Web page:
Summertime, on holiday, by the pool with a good book. For me that’s the bee’s knees. What book to read first is always a bit exciting? This time I had chosen to read this book by John Sonmez

I have listened to john several times on his podcasts and I have always found he usually says sensible things. And in anticipation of this review, he does the same in this book too.

This book starts with the question why this book is different from all other books.

The answer is that this book isn’t about design patterns or writing better code. It is also not about unit tests, TDD or SOLID.

No, this book is about how you can better manage your career, how to design your life, how to take control of your finances, how to keep your body in shape, how to eat well and much more.

The book consists of 71 chapters and a few appendices, divided into 7 sections.

The 1st section is about career and work
Do you think enough about these topics?
About your CV, interviews and intakes, work, working from home, professionalism?
Whether you stay in full-time employment or if you become a freelancer, whether you go on to make your own software product.

The author encourages you to do so!

A few quotations from this section: “Make sure you are a problem solver” and “Don’t be too religious about technology.

The 2nd section is about marketing yourself.
This is not only important for freelancers but also for those in paid employment: you should see yourself as a business that is hiring itself out to a client that happens to be hiring itself to one client.

The difference between a small-, large- and medium-sized business and a start-up is clearly described here.

The 3rd section is about life as a professional, with an emphasis on “continuous learning”
This section deals with the action plan “how to learn effectively”.

This will sound very basal but as an IT professional you often have to gain more knowledge, but have you already thought about how you can best do that or how do you find out what knowledge you are actually missing?

The 4th section is about productivity.
There have been many books written on this subject but if you have not yet read those this book will provide a good summary. If you have read those books this section is good revision.

Since greater productivity involves changing habits, reminding yourself of this material is absolutely necessary. Here not only is theory discussed but also the ways in which the author himself has implemented it in his own work and career.

Topics that appear are focus, the pomodoro technique and internal/external motivation.

The 5th section is about finances.
Not a section that provided me with much new knowledge but a useful part of the book nonetheless about what to do with your finances.

If like the author and I you work in IT and earn a good living you’ll ask yourself what to do with your earnings: do you spend or do you invest?

He also talks about the dangers of debt, investing in real estate and the theory behind shares and options.

The 6th section is about fitness.
An unexpected section but certainly interesting to read. Isn’t there the old saying “a sound mind in a sound body”?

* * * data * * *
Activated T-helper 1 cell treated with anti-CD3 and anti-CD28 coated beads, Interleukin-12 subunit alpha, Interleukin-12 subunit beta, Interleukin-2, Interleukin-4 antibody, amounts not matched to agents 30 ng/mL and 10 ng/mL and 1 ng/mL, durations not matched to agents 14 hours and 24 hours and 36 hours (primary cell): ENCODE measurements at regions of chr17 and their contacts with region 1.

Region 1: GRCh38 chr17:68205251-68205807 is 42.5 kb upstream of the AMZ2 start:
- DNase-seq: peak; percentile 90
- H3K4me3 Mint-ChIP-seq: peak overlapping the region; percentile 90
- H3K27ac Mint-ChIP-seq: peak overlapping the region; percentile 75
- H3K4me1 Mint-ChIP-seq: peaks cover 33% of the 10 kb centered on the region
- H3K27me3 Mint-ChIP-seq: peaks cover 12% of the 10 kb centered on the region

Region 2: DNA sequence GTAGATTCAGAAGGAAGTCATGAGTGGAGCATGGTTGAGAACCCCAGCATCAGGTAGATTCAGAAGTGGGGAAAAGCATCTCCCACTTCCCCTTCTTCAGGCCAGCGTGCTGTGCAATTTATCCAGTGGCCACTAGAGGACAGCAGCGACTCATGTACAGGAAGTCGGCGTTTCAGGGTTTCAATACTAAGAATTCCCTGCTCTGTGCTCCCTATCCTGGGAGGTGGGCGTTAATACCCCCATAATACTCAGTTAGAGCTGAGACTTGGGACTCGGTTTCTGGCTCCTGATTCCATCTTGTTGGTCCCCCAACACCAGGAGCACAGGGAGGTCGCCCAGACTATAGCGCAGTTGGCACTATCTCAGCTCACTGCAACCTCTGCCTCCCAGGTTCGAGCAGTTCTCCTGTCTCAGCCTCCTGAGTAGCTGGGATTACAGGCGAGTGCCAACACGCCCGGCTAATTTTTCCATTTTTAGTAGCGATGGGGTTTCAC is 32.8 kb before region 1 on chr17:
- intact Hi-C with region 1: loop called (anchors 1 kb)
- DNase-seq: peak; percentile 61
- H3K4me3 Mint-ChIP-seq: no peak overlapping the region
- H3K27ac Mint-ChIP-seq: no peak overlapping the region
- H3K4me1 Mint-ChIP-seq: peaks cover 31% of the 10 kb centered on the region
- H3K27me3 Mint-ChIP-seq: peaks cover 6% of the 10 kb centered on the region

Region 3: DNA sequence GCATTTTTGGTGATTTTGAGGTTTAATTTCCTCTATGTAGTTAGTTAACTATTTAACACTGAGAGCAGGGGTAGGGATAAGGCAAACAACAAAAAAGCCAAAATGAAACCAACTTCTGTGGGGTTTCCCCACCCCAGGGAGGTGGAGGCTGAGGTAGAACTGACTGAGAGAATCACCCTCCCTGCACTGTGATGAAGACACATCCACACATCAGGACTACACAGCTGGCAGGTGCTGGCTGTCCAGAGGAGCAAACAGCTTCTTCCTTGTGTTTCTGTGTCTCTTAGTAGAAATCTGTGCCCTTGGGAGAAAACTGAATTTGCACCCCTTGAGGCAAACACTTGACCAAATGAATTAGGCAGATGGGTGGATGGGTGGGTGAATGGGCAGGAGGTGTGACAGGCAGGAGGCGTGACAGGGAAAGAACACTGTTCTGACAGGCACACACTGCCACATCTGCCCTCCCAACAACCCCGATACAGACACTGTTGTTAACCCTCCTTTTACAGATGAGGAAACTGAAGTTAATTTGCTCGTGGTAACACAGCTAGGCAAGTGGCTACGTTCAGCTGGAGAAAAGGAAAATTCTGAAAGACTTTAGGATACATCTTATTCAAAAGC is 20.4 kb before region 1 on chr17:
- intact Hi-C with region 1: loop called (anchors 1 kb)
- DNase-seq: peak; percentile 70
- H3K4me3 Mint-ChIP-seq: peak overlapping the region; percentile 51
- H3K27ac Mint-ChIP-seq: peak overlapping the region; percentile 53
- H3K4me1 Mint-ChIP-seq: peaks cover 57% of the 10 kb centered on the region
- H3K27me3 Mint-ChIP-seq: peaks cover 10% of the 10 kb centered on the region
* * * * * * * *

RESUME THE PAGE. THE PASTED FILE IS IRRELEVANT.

Topics that appear are muscles (how to grow muscles), muscle development (3 types of muscle growth), burning fat, calories and health.

Here the author demonstrates that he knows how to succinctly describe the topics in such a way that you feel like you get a lot of information from each section and that the chapters never feel tedious.

This section also provides a good summary of the theories about this topic such as those of Weight Watchers or Herbalife.

The 7th and last section is about spirit and the conclusion of the book.
A less developed section but Chapter 67 (Building a positive self-image: Programming your brain) is definitely worth it.

An appropriate saying therefore: “failure isn’t a defect; it is the road to success.”

My conclusion
A pleasantly readable, useful and interesting book for people with an (office) job who want to be engaged with their work, their professionalism, their knowledge and their career.

Sometimes you get the feeling that you are knocking on open doors or that you think that everything sounds logical: sometimes however you only need that in order to set things in motion.

New features in Visual Studio 2015

I’ve been reading the Visual Studio 2015 releasenotes ( and while I am waiting for the ASP.Net vNext, here are some things which I find are nice improvements:


Nameof provides a refactoring-safe way of getting the name of e.g. a parameter, member or type as a string.
Finally a typesafe way of referencing the name of a variable!

Here’s the old code:stringformat1


and here is the new code:



No more referencing the wrong variable name when the refactoring missed the “variabele name by string”!

String interpolation

From the docs: “An interpolated string expression looks like a template string that contains expressions. An interpolated string expression creates a string by replacing the contained expressions with the ToString represenations of the expressions’ results.”

Here’s an example:
Code before:


Code with string interpolation



And the compiler checks the expressions in the string text!

null-conditional operator

Copied from here ( which contains a good explanation:

Sometimes code tends to drown a bit in null-checking. The null-conditional operator lets you access members and elements only when the receiver is not-null, providing a null result otherwise:

int? length = customers?.Length; // null if customers is null
Customer first = customers?[0]; // null if customers is null

The null-conditional operator is conveniently used together with the null coalescing operator  ?? :